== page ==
Feldspar



[feld-spahr, fel-] /ˈfɛldˌspɑr, ˈfɛl-/

noun
1.
any of a group of minerals, principally aluminosilicates of potassium, sodium, and calcium, characterized by two cleavages at nearly right angles: one of the most important constituents of igneous rocks.
/ˈfɛldˌspɑː; ˈfɛlˌspɑː/
noun
1.
any of a group of hard rock-forming minerals consisting of aluminium silicates of potassium, sodium, calcium, or barium: the principal constituents of igneous rocks. The group includes orthoclase, microcline, and the plagioclase minerals
n.

1785, earlier feldspath (1757), from German Feldspath (Modern German Feldspat), from Feld “field” (see field (n.)) + spath “spar, non-metallic mineral, gypsum” (see spar (n.2)); spelling influenced by English spar “mineral.”
feldspar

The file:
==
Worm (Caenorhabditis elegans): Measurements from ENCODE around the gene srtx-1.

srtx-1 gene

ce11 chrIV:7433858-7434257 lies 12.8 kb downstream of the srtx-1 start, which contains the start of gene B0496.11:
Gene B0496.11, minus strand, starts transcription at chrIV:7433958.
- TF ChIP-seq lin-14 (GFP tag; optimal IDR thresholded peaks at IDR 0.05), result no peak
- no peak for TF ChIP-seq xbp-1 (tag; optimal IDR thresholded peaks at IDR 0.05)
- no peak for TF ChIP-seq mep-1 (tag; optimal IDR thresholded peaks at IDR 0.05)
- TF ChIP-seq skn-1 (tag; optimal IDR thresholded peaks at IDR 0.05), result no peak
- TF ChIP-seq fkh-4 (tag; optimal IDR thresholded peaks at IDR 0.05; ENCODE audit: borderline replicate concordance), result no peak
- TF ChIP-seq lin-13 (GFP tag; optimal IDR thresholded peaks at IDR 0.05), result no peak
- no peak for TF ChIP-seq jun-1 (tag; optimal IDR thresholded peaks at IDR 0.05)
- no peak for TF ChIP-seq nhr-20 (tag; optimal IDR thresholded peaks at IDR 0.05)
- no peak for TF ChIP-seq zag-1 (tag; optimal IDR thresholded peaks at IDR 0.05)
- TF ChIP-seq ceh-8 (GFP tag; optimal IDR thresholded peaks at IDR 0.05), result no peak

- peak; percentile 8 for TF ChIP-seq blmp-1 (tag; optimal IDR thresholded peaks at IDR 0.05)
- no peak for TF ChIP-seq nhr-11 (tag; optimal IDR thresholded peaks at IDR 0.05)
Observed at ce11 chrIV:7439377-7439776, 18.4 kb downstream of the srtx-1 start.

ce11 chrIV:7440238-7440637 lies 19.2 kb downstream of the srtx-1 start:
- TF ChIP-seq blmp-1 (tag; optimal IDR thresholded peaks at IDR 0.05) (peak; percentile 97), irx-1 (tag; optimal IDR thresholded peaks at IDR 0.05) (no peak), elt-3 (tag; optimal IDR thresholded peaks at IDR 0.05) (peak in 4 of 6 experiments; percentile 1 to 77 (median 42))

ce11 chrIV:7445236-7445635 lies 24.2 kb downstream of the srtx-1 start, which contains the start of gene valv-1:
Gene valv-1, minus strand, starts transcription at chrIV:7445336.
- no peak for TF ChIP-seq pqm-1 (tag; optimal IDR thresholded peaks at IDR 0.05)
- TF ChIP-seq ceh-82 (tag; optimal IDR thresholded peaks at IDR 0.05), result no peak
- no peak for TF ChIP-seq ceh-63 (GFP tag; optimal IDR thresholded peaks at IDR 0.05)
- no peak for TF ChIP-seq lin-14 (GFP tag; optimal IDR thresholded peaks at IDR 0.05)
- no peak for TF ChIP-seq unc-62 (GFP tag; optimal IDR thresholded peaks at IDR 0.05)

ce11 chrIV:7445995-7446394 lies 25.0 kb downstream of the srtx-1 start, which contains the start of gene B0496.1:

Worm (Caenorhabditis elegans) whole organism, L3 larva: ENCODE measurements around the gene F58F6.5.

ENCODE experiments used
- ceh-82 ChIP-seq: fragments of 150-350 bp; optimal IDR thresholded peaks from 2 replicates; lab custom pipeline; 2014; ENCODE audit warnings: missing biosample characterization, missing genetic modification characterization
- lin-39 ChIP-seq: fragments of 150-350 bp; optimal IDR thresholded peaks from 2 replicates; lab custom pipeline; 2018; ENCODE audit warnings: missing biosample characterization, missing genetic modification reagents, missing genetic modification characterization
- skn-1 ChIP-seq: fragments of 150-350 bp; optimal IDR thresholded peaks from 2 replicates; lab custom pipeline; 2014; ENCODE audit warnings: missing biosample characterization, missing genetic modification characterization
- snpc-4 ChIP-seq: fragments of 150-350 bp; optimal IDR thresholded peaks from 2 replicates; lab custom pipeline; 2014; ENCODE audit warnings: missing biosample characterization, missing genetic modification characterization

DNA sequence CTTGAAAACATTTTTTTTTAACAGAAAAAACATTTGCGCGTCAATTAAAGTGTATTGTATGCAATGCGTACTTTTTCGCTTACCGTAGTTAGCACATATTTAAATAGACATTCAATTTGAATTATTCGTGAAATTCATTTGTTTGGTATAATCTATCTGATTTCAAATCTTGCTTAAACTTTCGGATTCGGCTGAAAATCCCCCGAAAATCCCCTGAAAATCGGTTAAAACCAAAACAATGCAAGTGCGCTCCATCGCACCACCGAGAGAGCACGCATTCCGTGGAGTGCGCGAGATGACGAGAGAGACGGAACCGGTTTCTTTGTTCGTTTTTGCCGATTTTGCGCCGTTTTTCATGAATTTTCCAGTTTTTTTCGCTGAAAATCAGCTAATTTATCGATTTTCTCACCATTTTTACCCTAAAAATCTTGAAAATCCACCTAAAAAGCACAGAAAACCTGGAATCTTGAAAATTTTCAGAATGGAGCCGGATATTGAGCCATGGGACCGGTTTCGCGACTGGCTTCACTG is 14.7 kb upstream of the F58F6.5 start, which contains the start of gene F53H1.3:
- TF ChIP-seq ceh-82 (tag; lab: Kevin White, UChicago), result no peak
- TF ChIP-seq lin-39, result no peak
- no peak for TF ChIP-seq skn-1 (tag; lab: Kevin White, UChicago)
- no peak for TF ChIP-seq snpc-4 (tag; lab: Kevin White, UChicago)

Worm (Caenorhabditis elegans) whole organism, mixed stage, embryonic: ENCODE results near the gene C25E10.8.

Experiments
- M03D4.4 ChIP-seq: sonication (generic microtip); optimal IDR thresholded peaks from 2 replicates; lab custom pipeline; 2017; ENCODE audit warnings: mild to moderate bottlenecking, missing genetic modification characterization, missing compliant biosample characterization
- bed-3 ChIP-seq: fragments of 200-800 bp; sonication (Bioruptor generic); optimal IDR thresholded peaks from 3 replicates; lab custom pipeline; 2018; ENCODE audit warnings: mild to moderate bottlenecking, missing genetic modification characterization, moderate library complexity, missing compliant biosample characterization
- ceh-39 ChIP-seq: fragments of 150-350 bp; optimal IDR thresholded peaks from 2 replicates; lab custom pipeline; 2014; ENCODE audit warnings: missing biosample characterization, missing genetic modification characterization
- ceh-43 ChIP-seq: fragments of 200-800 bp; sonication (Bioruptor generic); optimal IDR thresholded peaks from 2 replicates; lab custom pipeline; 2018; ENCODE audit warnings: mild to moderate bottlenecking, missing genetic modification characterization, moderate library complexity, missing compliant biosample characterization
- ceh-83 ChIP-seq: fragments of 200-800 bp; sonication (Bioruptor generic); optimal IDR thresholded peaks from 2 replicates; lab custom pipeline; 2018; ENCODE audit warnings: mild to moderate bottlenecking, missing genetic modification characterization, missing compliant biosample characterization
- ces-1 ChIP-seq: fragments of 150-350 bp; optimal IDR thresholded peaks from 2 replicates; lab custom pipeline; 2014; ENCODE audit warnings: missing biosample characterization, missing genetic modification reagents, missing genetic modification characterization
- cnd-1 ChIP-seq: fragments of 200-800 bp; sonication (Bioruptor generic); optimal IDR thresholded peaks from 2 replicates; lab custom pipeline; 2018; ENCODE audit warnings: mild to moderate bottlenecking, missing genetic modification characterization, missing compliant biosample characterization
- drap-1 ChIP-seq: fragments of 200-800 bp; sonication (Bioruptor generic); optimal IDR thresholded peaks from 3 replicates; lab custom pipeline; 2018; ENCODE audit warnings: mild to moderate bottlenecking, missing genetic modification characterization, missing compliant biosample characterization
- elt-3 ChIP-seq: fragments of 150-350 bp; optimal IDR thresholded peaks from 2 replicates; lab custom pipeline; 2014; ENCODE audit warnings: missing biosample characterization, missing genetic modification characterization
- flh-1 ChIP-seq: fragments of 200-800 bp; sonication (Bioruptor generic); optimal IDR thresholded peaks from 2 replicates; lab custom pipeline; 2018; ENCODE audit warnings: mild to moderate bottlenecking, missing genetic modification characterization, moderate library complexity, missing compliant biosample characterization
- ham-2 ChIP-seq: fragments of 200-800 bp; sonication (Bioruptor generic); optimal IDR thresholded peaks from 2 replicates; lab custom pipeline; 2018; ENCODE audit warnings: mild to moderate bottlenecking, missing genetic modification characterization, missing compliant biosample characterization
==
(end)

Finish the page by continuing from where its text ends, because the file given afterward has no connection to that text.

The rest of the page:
(fěld’spär’, fěl’-)
Any of a group of abundant monoclinic or triclinic minerals having the general formula MAl(Al,Si)3O8, where M is either potassium (K), sodium (Na), or calcium (Ca) or less commonly barium (Ba), rubidium (Rb), strontium (Sr), or iron (Fe). Feldspars range from white, pink, or brown to grayish blue in color. They occur in igneous, sedimentary, and metamorphic rocks and make up more than 60 percent of the Earth’s crust. When they decompose, feldspars form clay or the mineral kaolinite.

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